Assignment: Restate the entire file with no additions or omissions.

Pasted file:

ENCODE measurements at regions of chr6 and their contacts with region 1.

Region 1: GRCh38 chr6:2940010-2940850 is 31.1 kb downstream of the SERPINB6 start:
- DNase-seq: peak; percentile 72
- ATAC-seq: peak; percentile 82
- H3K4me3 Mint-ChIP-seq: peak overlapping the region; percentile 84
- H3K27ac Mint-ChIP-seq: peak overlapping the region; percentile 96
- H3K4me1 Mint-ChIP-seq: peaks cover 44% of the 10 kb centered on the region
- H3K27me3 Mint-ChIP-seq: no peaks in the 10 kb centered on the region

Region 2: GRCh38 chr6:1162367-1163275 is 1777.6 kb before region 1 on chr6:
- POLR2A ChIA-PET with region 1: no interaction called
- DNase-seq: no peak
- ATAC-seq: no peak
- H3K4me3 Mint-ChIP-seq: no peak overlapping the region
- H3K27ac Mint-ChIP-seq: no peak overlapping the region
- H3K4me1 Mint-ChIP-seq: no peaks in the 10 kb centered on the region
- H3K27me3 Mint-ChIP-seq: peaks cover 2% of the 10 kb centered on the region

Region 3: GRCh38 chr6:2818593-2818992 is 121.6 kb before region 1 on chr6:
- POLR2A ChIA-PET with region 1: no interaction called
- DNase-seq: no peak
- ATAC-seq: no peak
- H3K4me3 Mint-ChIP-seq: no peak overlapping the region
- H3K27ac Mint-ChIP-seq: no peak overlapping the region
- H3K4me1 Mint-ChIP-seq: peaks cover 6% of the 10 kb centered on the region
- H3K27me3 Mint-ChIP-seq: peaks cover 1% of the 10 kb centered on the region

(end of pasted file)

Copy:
ENCODE measurements at regions of chr6 and their contacts with region 1.

Region 1: GRCh38 chr6:2940010-2940850 is 31.1 kb downstream of the SERPINB6 start:
- DNase-seq: peak; percentile 72
- ATAC-seq: peak; percentile 82
- H3K4me3 Mint-ChIP-seq: peak overlapping the region; percentile 84
- H3K27ac Mint-ChIP-seq: peak overlapping the region; percentile 96
- H3K4me1 Mint-ChIP-seq: peaks cover 44% of the 10 kb centered on the region
- H3K27me3 Mint-ChIP-seq: no peaks in the 10 kb centered on the region

Region 2: GRCh38 chr6:1162367-1163275 is 1777.6 kb before region 1 on chr6:
- POLR2A ChIA-PET with region 1: no interaction called
- DNase-seq: no peak
- ATAC-seq: no peak
- H3K4me3 Mint-ChIP-seq: no peak overlapping the region
- H3K27ac Mint-ChIP-seq: no peak overlapping the region
- H3K4me1 Mint-ChIP-seq: no peaks in the 10 kb centered on the region
- H3K27me3 Mint-ChIP-seq: peaks cover 2% of the 10 kb centered on the region

Region 3: GRCh38 chr6:2818593-2818992 is 121.6 kb before region 1 on chr6:
- POLR2A ChIA-PET with region 1: no interaction called
- DNase-seq: no peak
- ATAC-seq: no peak
- H3K4me3 Mint-ChIP-seq: no peak overlapping the region
- H3K27ac Mint-ChIP-seq: no peak overlapping the region
- H3K4me1 Mint-ChIP-seq: peaks cover 6% of the 10 kb centered on the region
- H3K27me3 Mint-ChIP-seq: peaks cover 1% of the 10 kb centered on the region